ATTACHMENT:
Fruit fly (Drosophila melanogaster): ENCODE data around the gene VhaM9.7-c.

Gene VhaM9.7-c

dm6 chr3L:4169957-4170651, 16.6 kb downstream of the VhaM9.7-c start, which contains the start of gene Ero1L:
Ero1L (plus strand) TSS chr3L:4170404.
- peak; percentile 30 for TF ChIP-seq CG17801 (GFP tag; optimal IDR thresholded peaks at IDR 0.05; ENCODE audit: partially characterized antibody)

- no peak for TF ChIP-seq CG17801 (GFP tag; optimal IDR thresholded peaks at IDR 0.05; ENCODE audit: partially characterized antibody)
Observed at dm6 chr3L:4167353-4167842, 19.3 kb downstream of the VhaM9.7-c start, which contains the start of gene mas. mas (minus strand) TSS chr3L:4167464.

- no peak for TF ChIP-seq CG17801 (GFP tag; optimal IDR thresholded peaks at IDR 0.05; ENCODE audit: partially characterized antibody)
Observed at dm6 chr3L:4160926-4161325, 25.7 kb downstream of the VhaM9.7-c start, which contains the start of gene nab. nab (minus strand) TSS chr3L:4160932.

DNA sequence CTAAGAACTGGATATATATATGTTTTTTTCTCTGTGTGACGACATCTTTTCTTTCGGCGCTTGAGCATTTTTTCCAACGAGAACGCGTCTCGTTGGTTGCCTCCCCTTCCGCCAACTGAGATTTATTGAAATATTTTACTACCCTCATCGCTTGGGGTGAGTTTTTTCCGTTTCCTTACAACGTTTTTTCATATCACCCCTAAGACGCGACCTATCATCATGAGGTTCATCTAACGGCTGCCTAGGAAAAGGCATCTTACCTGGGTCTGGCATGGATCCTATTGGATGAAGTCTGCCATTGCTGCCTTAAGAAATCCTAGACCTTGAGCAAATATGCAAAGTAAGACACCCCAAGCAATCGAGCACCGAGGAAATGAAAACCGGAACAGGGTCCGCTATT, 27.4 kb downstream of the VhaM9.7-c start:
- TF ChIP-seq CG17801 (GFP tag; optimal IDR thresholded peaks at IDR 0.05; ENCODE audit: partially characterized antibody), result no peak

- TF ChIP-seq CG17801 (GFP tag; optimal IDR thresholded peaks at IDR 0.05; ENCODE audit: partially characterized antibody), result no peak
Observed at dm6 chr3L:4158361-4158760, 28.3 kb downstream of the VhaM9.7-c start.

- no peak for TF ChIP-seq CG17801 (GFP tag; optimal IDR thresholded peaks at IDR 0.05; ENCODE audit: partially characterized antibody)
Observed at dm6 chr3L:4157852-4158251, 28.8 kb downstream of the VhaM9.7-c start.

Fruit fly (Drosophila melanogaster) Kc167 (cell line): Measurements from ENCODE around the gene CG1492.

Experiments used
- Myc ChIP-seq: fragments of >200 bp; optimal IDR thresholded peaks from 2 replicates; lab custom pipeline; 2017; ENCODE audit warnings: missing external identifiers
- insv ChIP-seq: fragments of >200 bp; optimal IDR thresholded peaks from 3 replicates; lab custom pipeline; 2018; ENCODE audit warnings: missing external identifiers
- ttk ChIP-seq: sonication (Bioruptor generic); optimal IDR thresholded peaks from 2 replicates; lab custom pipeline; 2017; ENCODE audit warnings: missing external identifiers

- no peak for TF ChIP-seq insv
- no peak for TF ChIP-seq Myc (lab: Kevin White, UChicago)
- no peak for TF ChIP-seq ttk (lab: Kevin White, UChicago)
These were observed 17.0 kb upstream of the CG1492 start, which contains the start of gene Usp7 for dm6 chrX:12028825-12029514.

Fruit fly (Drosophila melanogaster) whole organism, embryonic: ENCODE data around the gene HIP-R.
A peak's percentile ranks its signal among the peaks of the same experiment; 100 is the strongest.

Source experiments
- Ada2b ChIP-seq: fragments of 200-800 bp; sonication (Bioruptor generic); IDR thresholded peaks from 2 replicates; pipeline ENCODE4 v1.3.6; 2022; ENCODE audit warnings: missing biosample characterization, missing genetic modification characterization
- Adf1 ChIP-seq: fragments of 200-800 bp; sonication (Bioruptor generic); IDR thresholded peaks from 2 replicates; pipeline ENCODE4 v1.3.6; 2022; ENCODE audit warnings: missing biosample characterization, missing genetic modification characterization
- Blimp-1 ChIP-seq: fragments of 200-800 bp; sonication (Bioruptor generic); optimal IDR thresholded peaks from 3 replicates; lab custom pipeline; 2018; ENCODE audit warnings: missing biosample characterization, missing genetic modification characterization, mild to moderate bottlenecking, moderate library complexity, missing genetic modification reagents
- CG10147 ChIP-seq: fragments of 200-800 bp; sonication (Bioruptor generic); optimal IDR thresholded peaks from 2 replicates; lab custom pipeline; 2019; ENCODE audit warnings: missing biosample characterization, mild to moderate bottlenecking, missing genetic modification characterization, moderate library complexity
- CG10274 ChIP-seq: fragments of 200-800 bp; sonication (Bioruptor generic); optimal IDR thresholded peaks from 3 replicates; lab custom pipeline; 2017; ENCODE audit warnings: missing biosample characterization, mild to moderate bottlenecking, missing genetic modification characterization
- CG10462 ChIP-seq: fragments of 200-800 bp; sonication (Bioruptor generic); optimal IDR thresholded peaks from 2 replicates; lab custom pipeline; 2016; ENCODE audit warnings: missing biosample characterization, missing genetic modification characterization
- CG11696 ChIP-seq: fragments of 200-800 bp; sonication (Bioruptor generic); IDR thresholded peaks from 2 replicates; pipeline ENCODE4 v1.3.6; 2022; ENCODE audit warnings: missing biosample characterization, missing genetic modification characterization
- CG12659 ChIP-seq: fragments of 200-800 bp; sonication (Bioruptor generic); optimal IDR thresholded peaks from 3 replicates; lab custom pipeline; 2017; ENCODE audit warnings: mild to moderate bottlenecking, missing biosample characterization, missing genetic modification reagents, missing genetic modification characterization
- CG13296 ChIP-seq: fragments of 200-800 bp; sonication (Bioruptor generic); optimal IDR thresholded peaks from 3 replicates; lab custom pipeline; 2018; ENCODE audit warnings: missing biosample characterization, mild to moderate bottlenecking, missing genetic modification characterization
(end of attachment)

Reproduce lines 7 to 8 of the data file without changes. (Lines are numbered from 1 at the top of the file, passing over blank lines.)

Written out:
Observed at dm6 chr3L:4167353-4167842, 19.3 kb downstream of the VhaM9.7-c start, which contains the start of gene mas. mas (minus strand) TSS chr3L:4167464.

- no peak for TF ChIP-seq CG17801 (GFP tag; optimal IDR thresholded peaks at IDR 0.05; ENCODE audit: partially characterized antibody)